Two years later outstanding stand-in Joe Leonard – Chapman and Granatelli had been forced by fate to rejig their line-up after the fatal accidents of Clark and Mike Spence (testing at Indy), as well Jackie Stewart’s broken wrist – was within nine laps of victory when his 4wd Lotus 56 turbine broke its fuel pump shaft at the final rolling restart.

Granatelli fought like hell to keep turbines – his was a loud, lonely, losing voice

Even more agonising had been Parnelli Jones’ near-miss of 1967.

Granatelli empowered maverick designer Ken Wallis to create a 4wd turbine, its helicopter engine mounted to the left of the driver and hung from a boxed backbone chassis.

The resultant ‘Whooshmobile’ – aka ‘Silent Sam’ – was four laps from the chequer when it coasted to a deathly halt, a $6 transmission bearing having failed.

(The STP Lotus were nowhere that year, piston failure sidelining both Clark and Hill before quarter-distance.)

Andy Granatelli with Parnelli Jones in turbine car at the 1967 Indy 500

Jones qualified 6th and dominated the ’67 Indy 500 in his turbine car, only to coast to a halt four laps from the end


Granatelli fought like hell to keep turbines at the races – his was a loud, lonely, losing voice – but they were strangled by regulation before being banned in 1970.

Total traction, however, would be of (theoretical) benefit for another year and in 1969 Lotus brought its complex Ford turbo-powered Type 64 to Indy. It proved problematical, but Mario Andretti’s was fastest in practice until rear-hub failure caused it to crash heavily.

Late efforts to correct a manufacturing flaw stymied, Chapman withdrew. Worried that Granatelli might seize the cars he had them hidden in a nearby suburban garage.

Granatelli was forced to wheel out Clint Brawner’s Hawk-Ford, which Andretti had qualified fourth for the 1968 race but which retired after two laps. This time around, cheeks burnt in the accident, he qualified in the middle of the front row and led three times for a total of 116 laps to score his only Indy 500 win.

The photograph of the Victory Lane smooch between driver and team boss went around the world.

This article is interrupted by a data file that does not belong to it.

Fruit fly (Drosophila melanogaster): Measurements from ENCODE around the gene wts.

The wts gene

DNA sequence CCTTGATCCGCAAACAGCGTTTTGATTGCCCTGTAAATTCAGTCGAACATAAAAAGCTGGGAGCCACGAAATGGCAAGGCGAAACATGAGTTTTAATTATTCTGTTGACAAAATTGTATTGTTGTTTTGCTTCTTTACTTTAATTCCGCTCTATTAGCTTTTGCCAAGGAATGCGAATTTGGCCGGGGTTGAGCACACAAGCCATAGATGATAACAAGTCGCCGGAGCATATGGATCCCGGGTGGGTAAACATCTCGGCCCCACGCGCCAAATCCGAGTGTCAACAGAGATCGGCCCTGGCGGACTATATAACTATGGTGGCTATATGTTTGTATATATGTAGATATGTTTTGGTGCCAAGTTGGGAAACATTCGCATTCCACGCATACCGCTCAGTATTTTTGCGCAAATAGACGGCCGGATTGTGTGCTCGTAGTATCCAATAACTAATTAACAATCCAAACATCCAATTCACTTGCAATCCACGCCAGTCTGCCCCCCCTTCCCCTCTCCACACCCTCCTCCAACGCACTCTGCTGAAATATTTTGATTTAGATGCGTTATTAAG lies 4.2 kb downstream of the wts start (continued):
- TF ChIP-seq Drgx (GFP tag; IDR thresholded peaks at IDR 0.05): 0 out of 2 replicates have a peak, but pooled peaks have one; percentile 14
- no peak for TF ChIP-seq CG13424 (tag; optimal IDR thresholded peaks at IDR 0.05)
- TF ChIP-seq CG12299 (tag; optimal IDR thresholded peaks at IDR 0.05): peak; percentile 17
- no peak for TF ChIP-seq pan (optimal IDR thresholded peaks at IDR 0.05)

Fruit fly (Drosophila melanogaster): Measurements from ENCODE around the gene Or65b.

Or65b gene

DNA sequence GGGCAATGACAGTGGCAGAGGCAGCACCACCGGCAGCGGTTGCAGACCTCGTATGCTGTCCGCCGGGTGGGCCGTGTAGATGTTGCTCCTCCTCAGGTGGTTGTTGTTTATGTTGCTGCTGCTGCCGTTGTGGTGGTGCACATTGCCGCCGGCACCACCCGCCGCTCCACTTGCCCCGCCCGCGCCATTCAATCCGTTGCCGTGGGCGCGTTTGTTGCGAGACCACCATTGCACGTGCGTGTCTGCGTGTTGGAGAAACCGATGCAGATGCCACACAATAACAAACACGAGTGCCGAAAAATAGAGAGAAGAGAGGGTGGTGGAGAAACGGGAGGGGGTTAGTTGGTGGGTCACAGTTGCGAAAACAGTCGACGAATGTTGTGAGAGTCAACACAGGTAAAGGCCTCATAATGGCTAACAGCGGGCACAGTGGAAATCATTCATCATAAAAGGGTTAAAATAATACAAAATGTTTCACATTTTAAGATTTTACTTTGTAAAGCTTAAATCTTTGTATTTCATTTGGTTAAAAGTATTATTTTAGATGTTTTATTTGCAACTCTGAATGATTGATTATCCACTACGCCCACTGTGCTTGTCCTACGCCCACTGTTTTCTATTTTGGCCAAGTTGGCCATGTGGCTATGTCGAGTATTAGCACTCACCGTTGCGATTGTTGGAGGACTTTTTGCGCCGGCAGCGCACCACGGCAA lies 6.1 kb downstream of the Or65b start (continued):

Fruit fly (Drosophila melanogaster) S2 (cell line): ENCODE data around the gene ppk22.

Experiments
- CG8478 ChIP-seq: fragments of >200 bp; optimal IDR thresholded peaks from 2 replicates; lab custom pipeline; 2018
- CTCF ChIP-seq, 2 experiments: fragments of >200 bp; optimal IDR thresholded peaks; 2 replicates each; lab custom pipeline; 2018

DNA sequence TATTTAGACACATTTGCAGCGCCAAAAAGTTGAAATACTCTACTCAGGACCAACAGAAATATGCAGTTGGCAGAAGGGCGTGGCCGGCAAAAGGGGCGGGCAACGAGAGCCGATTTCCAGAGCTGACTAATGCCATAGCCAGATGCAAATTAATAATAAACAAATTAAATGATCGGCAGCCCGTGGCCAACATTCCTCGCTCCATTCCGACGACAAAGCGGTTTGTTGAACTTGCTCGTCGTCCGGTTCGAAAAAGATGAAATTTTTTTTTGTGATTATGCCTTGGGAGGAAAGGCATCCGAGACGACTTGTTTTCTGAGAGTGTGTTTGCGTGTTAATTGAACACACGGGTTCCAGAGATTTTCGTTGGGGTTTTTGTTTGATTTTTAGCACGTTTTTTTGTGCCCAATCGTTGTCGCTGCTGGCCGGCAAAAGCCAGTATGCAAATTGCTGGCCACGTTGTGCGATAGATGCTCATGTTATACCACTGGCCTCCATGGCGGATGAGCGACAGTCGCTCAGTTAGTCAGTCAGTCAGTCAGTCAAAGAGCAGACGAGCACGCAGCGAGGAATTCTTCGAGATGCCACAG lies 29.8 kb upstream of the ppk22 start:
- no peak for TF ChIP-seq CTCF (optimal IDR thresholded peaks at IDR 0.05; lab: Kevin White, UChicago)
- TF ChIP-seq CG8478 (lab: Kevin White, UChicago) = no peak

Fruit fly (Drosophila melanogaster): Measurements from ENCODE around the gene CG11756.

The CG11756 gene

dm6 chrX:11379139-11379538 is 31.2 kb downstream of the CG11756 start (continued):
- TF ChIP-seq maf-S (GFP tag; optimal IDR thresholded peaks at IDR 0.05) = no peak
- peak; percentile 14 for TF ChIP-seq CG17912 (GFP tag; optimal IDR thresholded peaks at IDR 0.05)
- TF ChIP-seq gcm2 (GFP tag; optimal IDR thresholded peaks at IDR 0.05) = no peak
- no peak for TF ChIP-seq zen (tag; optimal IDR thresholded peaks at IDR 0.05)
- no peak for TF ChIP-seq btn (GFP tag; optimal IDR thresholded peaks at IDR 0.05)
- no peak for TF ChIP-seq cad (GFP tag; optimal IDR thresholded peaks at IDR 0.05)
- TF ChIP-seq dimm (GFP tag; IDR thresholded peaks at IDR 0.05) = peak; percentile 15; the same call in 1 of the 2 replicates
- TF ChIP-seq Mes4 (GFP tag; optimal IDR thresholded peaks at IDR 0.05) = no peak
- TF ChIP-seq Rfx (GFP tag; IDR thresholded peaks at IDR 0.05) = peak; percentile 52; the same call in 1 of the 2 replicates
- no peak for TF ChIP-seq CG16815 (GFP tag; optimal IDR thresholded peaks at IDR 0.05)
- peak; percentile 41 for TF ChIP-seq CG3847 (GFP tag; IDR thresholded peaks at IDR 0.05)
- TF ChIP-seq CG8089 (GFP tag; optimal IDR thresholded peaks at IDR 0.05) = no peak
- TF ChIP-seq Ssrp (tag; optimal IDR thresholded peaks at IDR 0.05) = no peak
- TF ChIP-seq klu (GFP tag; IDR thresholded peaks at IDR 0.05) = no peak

Andy Granatelli kisses Mario Andretti after winning the 1969 Indy 500

Granatelli shows Andretti his appreciation in ’69 — and reminds him who paid for the win


Granatelli, by now wearing a more sober suit – it was bright red! – also took the opportunity to whisper into Mario’s ear. Not sweet nothings, you understand. Rather a reminder to reinforce the benefits of STP during the imminent TV interview. Andretti, ever the pro, relayed it verbatim.

STP would win Indy again in 1973, though Gordon Johncock’s victorious Eagle was by being run by Patrick Racing.

Granatelli loved innovation and thrived on self-promotion. He starred, winningly so, in his own TV adverts and played a cameo in the film Love Bug.

Big and bold, he never shirked a challenge, even if perhaps he overcomplicated them on occasion.

Determined to bridge the notoriously stoically defended divide between Indycar and NASCAR, he eventually struck in 1972 his longest and most profitable deal – once he and ‘King Richard’ had reached a compromise over Petty Blue and STP red.

Richard Petty edges ahead of Cale Yarborough at the 1984 Firecracker 400

Petty edged ahead of Yarborough just before the yellow flag

ISC Archives via Getty Images

Richard Petty crosses the line to win the Firecracker 400 at Daytona in 1984

Petty leads Yarborough

ISC Archives via Getty Images

Johncock’s Wildcat would be wearing a version of this same memorable livery when he and Patrick Racing won their second Indy together – by just 0.16sec after a thrilling late duel with Rick Mears.

So, too, would be Petty’s Pontiac on the occasion of his 200th and last Grand National win – by inches in a rubbin’-is-racin’ dash with Cale Yarborough to a yellow flag with just two laps to go. He did so at Daytona. On Independence Day, 1984. In front of President Ronald Reagan.

Win or lose, no one played or staged motorsport’s theatre better than Anthony ‘Andy’ Granatelli.

He would have been 98 today.